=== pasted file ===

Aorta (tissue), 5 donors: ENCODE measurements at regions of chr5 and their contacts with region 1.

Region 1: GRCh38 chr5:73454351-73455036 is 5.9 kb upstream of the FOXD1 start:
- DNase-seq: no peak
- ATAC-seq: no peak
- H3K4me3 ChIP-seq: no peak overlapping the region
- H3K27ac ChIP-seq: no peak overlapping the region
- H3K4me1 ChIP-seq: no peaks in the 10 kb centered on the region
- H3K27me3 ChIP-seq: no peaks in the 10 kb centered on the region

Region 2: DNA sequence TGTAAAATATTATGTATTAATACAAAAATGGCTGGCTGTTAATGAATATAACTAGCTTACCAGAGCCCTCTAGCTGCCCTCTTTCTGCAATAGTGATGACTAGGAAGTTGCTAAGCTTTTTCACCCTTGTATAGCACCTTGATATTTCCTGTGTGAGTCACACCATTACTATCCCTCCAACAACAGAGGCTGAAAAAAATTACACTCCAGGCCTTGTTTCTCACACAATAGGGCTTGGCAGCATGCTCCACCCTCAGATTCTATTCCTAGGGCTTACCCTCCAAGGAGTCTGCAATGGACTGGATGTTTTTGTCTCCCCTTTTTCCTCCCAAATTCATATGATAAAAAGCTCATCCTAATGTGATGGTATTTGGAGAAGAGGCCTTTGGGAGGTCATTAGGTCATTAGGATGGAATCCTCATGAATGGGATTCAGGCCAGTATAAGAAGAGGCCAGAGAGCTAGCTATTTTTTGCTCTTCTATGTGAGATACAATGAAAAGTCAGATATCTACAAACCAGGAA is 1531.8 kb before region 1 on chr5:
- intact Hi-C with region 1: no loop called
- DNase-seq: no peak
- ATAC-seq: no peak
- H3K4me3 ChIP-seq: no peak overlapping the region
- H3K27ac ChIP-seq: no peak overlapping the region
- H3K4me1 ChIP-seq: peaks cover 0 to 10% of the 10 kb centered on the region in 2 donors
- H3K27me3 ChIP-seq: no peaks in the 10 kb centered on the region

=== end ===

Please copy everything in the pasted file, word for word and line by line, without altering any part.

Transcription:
Aorta (tissue), 5 donors: ENCODE measurements at regions of chr5 and their contacts with region 1.

Region 1: GRCh38 chr5:73454351-73455036 is 5.9 kb upstream of the FOXD1 start:
- DNase-seq: no peak
- ATAC-seq: no peak
- H3K4me3 ChIP-seq: no peak overlapping the region
- H3K27ac ChIP-seq: no peak overlapping the region
- H3K4me1 ChIP-seq: no peaks in the 10 kb centered on the region
- H3K27me3 ChIP-seq: no peaks in the 10 kb centered on the region

Region 2: DNA sequence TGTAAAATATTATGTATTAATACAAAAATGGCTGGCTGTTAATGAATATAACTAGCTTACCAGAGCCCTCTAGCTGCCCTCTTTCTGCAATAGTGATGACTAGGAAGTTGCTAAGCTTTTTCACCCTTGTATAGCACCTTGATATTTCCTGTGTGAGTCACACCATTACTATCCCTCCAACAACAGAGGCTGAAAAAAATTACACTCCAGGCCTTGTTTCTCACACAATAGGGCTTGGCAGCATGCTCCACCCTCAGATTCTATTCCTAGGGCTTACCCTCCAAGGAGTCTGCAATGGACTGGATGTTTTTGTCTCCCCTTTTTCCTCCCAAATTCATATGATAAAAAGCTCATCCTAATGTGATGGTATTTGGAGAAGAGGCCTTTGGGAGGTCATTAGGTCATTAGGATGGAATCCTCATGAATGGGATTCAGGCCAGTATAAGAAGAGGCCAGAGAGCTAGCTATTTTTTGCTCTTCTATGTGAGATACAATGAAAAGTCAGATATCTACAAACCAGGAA is 1531.8 kb before region 1 on chr5:
- intact Hi-C with region 1: no loop called
- DNase-seq: no peak
- ATAC-seq: no peak
- H3K4me3 ChIP-seq: no peak overlapping the region
- H3K27ac ChIP-seq: no peak overlapping the region
- H3K4me1 ChIP-seq: peaks cover 0 to 10% of the 10 kb centered on the region in 2 donors
- H3K27me3 ChIP-seq: no peaks in the 10 kb centered on the region